A lot is said today about living in the “moment” or looking forward to the future but walking down memory lane and reliving pleasant and happy times can be quite a comforting activity for residents. We have a lot of fun looking back at those ‘good old days.’
Spending time in the lobby among good friends is our equivalent of sitting on the front porch swing on a warm summer afternoon watching life on the street where we live. We discuss how we used to hang sheets on the line outside to dry and how sleeping on those sheets was one of the best things ever. We laugh when I share how my Mom never hung our underwear outside because she didn’t want the neighbors to see our “gutchies.” The discussion includes laundry being done on Mondays, cleaning house and shopping were done on other certain days, and how no work was done on Sundays except making dinner for the family coming to visit after church. We remember when the stores were closed on Sundays which leads the conversation to which store was better, Penn Traffic or Glossers? We then talk about grocery shopping and the old prices of food versus today which leads to Green Stamps, licking the stamps and saving up books until you had enough to go the Green Stamp Store to get a new toaster or iron…which leads to more and more memories.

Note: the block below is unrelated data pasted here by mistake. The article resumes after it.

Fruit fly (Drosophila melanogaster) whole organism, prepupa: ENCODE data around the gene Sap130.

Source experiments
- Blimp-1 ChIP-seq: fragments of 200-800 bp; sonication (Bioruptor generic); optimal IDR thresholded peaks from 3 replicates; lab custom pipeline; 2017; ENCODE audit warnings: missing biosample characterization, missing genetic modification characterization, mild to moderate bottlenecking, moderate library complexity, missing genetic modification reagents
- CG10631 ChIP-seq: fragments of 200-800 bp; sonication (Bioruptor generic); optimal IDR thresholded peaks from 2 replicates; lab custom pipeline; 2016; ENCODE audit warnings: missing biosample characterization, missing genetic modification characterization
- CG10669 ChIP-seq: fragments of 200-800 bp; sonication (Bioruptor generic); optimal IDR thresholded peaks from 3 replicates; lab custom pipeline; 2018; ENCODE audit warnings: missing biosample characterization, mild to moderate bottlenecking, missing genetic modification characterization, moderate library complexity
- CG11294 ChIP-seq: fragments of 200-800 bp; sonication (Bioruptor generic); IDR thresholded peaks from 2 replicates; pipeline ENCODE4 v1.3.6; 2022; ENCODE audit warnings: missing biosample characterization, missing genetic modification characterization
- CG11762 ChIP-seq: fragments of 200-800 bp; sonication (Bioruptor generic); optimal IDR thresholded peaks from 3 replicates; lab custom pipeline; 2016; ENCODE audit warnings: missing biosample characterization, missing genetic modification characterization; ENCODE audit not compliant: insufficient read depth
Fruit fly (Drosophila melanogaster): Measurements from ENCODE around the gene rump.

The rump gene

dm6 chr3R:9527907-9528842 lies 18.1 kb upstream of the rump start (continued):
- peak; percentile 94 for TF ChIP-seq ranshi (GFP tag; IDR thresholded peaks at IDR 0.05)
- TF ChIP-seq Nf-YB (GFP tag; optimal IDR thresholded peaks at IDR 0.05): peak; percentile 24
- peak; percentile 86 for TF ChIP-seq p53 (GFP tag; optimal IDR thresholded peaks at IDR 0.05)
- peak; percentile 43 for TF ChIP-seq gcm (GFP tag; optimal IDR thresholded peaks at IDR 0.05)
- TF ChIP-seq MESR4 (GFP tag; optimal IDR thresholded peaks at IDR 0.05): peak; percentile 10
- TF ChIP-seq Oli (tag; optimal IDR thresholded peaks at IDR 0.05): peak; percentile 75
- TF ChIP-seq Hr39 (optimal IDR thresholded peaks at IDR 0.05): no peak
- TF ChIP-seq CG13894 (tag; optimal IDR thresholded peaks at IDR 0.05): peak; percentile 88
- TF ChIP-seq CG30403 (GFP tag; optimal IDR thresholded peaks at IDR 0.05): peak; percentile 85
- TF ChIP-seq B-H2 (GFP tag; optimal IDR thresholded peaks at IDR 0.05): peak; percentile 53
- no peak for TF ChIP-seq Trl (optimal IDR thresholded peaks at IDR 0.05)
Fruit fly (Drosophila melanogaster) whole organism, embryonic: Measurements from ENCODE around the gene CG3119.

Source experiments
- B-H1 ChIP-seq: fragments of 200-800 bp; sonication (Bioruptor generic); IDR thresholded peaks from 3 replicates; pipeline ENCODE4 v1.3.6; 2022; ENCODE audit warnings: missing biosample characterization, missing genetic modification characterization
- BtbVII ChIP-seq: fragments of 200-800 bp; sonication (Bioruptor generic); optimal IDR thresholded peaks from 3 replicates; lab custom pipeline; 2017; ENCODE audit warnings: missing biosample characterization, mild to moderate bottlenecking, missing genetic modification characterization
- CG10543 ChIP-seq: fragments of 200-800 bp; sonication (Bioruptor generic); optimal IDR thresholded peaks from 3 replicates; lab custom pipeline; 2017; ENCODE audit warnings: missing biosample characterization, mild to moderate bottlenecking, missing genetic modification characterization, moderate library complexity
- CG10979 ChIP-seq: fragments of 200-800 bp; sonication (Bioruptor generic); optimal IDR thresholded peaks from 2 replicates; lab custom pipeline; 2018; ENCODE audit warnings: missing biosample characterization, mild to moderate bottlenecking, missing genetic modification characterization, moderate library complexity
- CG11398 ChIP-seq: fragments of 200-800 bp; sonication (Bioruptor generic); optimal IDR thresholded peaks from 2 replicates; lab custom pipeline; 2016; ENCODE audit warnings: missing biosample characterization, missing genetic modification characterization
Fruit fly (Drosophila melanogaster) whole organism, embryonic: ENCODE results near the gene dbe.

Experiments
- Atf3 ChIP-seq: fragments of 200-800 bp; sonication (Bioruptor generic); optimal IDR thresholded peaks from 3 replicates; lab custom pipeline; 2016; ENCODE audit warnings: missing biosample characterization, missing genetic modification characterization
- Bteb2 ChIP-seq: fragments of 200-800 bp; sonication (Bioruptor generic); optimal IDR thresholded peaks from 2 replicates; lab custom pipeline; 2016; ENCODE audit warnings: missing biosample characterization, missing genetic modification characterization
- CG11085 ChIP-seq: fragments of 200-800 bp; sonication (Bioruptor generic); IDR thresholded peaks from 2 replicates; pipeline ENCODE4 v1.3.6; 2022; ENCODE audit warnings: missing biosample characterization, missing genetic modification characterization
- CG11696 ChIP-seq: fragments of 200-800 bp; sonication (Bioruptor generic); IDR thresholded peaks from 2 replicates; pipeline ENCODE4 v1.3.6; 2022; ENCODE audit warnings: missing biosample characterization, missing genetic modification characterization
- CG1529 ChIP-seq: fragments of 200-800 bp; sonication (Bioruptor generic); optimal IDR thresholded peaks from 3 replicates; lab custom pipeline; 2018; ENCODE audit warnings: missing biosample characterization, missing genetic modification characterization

The residents share how they met their spouses. One resident said she met her husband roller skating and one said her husband was a boy from the neighborhood. Another met her husband when she was walking down the street and he and some of his friends pulled up in a car and asked her to take a ride with him. She didn’t go on that ride but she married him weeks later and their union lasted over 60 years. Another resident shares how she and her new husband went to Ohio on their honeymoon to visit his sister and the look on her face as she tells the story let’s you know it was not her idea of a honeymoon…which leads to lots of laughter.
The discussion sometimes turns to where we have traveled and where we worked. One of us sold shoes downtown, another was a secretary in Manhattan, another was a waitress, one was in the Navy in her younger days, another had upholstered furniture, one ran a local store, and another worked at her Uncle’s hotel in Atlantic City. We worked hard, took care of houses and husbands, and raised children.
But now we are retired and a little “tired” but we are still full of life and memories and we are happy to share them if you stop by during a lobby activity and decide to pull up a chair and listen. – lh
Contributor: Lu Anne Haynal is an Activity Aide at Arbutus